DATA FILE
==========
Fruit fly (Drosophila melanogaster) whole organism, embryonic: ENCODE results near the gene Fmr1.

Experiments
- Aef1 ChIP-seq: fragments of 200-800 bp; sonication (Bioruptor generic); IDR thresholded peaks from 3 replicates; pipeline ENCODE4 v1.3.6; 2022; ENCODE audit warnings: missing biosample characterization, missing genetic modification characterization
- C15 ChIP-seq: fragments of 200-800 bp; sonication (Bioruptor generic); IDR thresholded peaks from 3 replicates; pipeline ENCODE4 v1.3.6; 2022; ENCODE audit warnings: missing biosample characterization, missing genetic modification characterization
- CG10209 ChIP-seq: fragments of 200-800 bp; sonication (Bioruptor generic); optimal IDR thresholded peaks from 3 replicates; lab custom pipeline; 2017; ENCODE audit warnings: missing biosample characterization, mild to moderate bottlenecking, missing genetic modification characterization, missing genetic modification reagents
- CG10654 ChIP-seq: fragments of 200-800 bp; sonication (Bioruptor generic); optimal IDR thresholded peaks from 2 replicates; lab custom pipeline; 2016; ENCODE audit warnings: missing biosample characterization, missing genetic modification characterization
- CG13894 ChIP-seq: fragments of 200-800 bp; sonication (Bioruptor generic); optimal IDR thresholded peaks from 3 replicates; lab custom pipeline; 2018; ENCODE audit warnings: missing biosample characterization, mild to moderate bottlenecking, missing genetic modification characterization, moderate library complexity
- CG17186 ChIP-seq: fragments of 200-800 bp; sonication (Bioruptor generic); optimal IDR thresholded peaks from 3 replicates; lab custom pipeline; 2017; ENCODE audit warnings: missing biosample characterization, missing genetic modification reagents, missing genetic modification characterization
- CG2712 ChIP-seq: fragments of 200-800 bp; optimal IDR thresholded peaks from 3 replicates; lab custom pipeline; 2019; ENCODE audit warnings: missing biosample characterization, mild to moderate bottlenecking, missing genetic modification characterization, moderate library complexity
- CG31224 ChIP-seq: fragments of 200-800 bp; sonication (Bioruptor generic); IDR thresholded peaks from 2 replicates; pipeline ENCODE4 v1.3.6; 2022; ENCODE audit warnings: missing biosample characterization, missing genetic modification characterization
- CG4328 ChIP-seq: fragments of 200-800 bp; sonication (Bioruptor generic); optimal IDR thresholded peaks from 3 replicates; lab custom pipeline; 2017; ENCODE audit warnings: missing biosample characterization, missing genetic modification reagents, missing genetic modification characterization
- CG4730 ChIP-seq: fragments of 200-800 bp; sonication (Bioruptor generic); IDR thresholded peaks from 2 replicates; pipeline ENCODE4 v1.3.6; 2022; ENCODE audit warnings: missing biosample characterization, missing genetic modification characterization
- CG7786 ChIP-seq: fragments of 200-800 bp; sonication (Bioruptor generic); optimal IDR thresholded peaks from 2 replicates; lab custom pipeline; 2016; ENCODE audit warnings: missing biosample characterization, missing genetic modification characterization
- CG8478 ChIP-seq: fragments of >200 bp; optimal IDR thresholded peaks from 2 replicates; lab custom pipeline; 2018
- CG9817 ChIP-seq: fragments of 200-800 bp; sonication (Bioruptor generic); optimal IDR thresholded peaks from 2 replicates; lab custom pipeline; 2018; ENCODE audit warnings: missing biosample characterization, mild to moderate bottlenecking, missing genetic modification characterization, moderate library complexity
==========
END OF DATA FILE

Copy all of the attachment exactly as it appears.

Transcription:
Fruit fly (Drosophila melanogaster) whole organism, embryonic: ENCODE results near the gene Fmr1.

Experiments
- Aef1 ChIP-seq: fragments of 200-800 bp; sonication (Bioruptor generic); IDR thresholded peaks from 3 replicates; pipeline ENCODE4 v1.3.6; 2022; ENCODE audit warnings: missing biosample characterization, missing genetic modification characterization
- C15 ChIP-seq: fragments of 200-800 bp; sonication (Bioruptor generic); IDR thresholded peaks from 3 replicates; pipeline ENCODE4 v1.3.6; 2022; ENCODE audit warnings: missing biosample characterization, missing genetic modification characterization
- CG10209 ChIP-seq: fragments of 200-800 bp; sonication (Bioruptor generic); optimal IDR thresholded peaks from 3 replicates; lab custom pipeline; 2017; ENCODE audit warnings: missing biosample characterization, mild to moderate bottlenecking, missing genetic modification characterization, missing genetic modification reagents
- CG10654 ChIP-seq: fragments of 200-800 bp; sonication (Bioruptor generic); optimal IDR thresholded peaks from 2 replicates; lab custom pipeline; 2016; ENCODE audit warnings: missing biosample characterization, missing genetic modification characterization
- CG13894 ChIP-seq: fragments of 200-800 bp; sonication (Bioruptor generic); optimal IDR thresholded peaks from 3 replicates; lab custom pipeline; 2018; ENCODE audit warnings: missing biosample characterization, mild to moderate bottlenecking, missing genetic modification characterization, moderate library complexity
- CG17186 ChIP-seq: fragments of 200-800 bp; sonication (Bioruptor generic); optimal IDR thresholded peaks from 3 replicates; lab custom pipeline; 2017; ENCODE audit warnings: missing biosample characterization, missing genetic modification reagents, missing genetic modification characterization
- CG2712 ChIP-seq: fragments of 200-800 bp; optimal IDR thresholded peaks from 3 replicates; lab custom pipeline; 2019; ENCODE audit warnings: missing biosample characterization, mild to moderate bottlenecking, missing genetic modification characterization, moderate library complexity
- CG31224 ChIP-seq: fragments of 200-800 bp; sonication (Bioruptor generic); IDR thresholded peaks from 2 replicates; pipeline ENCODE4 v1.3.6; 2022; ENCODE audit warnings: missing biosample characterization, missing genetic modification characterization
- CG4328 ChIP-seq: fragments of 200-800 bp; sonication (Bioruptor generic); optimal IDR thresholded peaks from 3 replicates; lab custom pipeline; 2017; ENCODE audit warnings: missing biosample characterization, missing genetic modification reagents, missing genetic modification characterization
- CG4730 ChIP-seq: fragments of 200-800 bp; sonication (Bioruptor generic); IDR thresholded peaks from 2 replicates; pipeline ENCODE4 v1.3.6; 2022; ENCODE audit warnings: missing biosample characterization, missing genetic modification characterization
- CG7786 ChIP-seq: fragments of 200-800 bp; sonication (Bioruptor generic); optimal IDR thresholded peaks from 2 replicates; lab custom pipeline; 2016; ENCODE audit warnings: missing biosample characterization, missing genetic modification characterization
- CG8478 ChIP-seq: fragments of >200 bp; optimal IDR thresholded peaks from 2 replicates; lab custom pipeline; 2018
- CG9817 ChIP-seq: fragments of 200-800 bp; sonication (Bioruptor generic); optimal IDR thresholded peaks from 2 replicates; lab custom pipeline; 2018; ENCODE audit warnings: missing biosample characterization, mild to moderate bottlenecking, missing genetic modification characterization, moderate library complexity